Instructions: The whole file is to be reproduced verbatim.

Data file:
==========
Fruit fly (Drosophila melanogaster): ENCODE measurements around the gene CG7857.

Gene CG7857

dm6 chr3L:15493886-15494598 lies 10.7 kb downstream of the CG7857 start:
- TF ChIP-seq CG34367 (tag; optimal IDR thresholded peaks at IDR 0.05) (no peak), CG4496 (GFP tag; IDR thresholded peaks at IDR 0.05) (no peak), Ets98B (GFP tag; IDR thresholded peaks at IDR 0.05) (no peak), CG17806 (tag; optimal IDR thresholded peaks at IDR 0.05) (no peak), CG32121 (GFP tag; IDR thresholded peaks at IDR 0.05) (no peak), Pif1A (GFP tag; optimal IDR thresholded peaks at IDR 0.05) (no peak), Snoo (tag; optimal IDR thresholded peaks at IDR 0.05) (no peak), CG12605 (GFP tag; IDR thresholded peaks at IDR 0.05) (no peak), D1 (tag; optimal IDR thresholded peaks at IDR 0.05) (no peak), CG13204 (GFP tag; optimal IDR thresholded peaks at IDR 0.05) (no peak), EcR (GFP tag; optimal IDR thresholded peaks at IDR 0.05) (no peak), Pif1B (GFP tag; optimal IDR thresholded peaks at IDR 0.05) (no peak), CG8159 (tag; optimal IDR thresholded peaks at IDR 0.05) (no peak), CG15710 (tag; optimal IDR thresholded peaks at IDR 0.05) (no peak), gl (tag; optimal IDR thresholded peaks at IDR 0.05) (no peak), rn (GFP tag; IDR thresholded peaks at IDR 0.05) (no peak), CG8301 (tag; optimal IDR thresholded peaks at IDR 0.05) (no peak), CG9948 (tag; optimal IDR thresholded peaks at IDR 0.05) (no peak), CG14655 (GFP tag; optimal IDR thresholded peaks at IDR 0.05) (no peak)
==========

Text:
Fruit fly (Drosophila melanogaster): ENCODE measurements around the gene CG7857.

Gene CG7857

dm6 chr3L:15493886-15494598 lies 10.7 kb downstream of the CG7857 start:
- TF ChIP-seq CG34367 (tag; optimal IDR thresholded peaks at IDR 0.05) (no peak), CG4496 (GFP tag; IDR thresholded peaks at IDR 0.05) (no peak), Ets98B (GFP tag; IDR thresholded peaks at IDR 0.05) (no peak), CG17806 (tag; optimal IDR thresholded peaks at IDR 0.05) (no peak), CG32121 (GFP tag; IDR thresholded peaks at IDR 0.05) (no peak), Pif1A (GFP tag; optimal IDR thresholded peaks at IDR 0.05) (no peak), Snoo (tag; optimal IDR thresholded peaks at IDR 0.05) (no peak), CG12605 (GFP tag; IDR thresholded peaks at IDR 0.05) (no peak), D1 (tag; optimal IDR thresholded peaks at IDR 0.05) (no peak), CG13204 (GFP tag; optimal IDR thresholded peaks at IDR 0.05) (no peak), EcR (GFP tag; optimal IDR thresholded peaks at IDR 0.05) (no peak), Pif1B (GFP tag; optimal IDR thresholded peaks at IDR 0.05) (no peak), CG8159 (tag; optimal IDR thresholded peaks at IDR 0.05) (no peak), CG15710 (tag; optimal IDR thresholded peaks at IDR 0.05) (no peak), gl (tag; optimal IDR thresholded peaks at IDR 0.05) (no peak), rn (GFP tag; IDR thresholded peaks at IDR 0.05) (no peak), CG8301 (tag; optimal IDR thresholded peaks at IDR 0.05) (no peak), CG9948 (tag; optimal IDR thresholded peaks at IDR 0.05) (no peak), CG14655 (GFP tag; optimal IDR thresholded peaks at IDR 0.05) (no peak)